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A Comparison of "Scenes" in Parietal and Non-Parietal Upper Paleolithic Imagery: Formal Differences and Ontological Implications

Author(s): Elisabeth Culley

Year: 2017

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Upper Paleolithic cave art is well-known for its skilled execution, specifically the use of shading, relief, and perspective to render life-like depictions of Pleistocene fauna. Cave art is equally well-known for a near absence of flora, humans, and scenes. In this regard, parietal imagery is distinct from "art mobilier," where these are more common. However, defining "scenes" as a graphic phenomenon can be problematic, and identifying them among superimposed and fragmented images more so. Definitions based on how scenes are perceived offer some guidance and include more imagery than previously recognized; frequencies allow the comparison of scenes from different contexts. This paper evaluates differences in the nature of scenes as depicted on rock walls and on objects in France from ~40-11 kya. Differences in the frequency, in the types and range of constituent elements, in the degree of detailing or conceptual ambiguity, and in the type and extent of audience engagement with scenes are all considered. Emphasis is placed on the potential social consequences of scenes from different contexts. Consequently, while exploratory and qualitative in nature, the analysis points to avenues through which ontological differences in the production, use, and sociocultural role of Upper Paleolithic imagery can be specified.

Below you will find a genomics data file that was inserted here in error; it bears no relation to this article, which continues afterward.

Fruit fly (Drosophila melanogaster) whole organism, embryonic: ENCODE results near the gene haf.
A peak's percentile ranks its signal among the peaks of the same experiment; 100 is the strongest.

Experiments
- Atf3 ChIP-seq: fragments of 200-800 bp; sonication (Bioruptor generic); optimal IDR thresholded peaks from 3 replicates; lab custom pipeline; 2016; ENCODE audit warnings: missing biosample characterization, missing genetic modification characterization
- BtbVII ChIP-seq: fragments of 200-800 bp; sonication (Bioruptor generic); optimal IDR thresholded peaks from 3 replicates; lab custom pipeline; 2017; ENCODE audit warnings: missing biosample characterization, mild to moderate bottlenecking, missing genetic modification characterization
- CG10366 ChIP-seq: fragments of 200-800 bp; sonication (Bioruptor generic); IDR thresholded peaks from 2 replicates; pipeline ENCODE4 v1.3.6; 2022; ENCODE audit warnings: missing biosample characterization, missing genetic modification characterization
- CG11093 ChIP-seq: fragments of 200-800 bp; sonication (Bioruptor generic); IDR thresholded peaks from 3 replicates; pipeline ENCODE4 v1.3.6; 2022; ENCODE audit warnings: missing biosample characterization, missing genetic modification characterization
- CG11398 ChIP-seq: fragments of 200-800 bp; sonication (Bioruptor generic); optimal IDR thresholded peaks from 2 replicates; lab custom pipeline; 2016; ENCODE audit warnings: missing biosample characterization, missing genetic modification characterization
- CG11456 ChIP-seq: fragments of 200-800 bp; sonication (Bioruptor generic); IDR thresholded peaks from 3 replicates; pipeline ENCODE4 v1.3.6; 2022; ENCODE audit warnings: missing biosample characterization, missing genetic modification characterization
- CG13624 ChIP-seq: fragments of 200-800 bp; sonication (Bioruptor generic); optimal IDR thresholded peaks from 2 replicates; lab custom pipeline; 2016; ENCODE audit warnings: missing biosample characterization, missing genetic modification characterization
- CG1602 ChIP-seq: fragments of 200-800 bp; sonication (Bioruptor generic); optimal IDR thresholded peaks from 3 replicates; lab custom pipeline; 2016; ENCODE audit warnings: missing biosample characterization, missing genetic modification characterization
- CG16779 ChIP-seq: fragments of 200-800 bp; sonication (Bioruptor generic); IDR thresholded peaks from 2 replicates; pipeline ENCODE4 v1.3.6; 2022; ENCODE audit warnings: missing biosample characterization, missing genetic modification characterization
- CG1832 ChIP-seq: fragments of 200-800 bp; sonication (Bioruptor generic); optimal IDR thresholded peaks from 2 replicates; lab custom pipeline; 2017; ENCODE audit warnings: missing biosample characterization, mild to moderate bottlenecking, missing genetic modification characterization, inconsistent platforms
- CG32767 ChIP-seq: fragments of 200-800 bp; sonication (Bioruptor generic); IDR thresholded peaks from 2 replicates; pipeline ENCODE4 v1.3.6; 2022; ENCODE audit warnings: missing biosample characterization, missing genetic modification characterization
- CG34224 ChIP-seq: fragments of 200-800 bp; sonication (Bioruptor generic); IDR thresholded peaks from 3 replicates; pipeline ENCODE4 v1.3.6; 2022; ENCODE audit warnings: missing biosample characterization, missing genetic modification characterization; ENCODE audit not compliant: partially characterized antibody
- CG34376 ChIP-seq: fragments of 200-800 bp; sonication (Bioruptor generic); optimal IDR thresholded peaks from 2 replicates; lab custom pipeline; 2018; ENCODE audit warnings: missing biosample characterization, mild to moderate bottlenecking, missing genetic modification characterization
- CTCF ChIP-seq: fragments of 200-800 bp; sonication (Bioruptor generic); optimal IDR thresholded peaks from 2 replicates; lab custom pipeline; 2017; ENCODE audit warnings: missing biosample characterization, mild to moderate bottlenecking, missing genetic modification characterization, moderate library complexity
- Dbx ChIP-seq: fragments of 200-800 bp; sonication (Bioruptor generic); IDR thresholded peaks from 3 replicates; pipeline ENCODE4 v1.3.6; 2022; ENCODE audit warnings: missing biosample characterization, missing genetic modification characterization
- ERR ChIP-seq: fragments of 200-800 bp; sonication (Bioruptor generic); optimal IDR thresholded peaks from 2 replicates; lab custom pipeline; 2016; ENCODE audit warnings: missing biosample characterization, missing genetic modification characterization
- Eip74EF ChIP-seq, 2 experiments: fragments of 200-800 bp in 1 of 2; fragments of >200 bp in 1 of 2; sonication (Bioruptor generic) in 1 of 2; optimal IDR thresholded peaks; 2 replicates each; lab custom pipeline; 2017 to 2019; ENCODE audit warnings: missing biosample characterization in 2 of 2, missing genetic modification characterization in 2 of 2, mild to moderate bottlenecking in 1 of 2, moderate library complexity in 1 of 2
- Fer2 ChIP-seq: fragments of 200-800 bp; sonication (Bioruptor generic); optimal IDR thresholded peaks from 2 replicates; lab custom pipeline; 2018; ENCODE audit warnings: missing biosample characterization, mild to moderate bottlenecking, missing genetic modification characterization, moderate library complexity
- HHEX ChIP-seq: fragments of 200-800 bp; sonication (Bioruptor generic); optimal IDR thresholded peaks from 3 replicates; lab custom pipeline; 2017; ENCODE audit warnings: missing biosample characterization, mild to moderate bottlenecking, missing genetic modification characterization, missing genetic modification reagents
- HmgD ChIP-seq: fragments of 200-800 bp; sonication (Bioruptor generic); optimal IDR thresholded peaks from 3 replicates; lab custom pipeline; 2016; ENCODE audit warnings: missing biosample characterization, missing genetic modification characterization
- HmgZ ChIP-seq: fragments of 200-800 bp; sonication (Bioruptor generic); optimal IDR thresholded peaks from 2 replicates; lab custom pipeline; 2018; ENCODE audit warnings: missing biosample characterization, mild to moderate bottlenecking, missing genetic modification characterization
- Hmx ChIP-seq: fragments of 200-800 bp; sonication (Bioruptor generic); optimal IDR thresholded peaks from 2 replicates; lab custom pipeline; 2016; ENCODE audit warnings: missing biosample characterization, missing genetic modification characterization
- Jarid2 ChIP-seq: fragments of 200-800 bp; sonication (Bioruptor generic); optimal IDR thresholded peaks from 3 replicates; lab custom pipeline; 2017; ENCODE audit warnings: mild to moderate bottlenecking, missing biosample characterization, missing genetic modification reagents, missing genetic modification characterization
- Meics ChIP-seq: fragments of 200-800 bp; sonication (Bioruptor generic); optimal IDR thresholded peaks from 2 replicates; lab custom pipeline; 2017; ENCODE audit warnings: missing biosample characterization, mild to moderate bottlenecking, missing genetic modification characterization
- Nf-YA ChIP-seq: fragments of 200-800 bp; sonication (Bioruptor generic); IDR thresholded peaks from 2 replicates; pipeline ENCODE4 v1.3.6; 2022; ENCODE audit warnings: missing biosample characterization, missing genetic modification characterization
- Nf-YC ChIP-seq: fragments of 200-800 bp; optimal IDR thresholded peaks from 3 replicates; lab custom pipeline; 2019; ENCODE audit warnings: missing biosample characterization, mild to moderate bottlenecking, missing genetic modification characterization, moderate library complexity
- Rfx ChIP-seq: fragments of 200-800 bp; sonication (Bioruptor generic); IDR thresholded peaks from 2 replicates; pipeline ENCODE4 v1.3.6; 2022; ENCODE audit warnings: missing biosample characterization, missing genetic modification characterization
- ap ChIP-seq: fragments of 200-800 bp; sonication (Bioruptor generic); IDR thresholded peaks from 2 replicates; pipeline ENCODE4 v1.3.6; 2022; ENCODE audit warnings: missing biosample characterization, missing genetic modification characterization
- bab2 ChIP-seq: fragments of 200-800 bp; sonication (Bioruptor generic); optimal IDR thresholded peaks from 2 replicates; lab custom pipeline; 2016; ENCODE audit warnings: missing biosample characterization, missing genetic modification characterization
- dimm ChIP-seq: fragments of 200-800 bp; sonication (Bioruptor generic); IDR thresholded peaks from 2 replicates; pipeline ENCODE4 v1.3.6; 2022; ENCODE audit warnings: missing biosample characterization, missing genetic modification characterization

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A Comparison of "Scenes" in Parietal and Non-Parietal Upper Paleolithic Imagery: Formal Differences and Ontological Implications. Elisabeth Culley. Presented at The 81st Annual Meeting of the Society for American Archaeology, Vancouver, British Columbia. 2017 ( tDAR id: 430861)


Geographic Keywords

Spatial Coverage

min long: -11.074; min lat: 37.44 ; max long: 50.098; max lat: 70.845 ;

Record Identifiers

Abstract Id(s): 16625

Arizona State University The Andrew W. Mellon Foundation National Science Foundation National Endowment for the Humanities Society for American Archaeology Archaeological Institute of America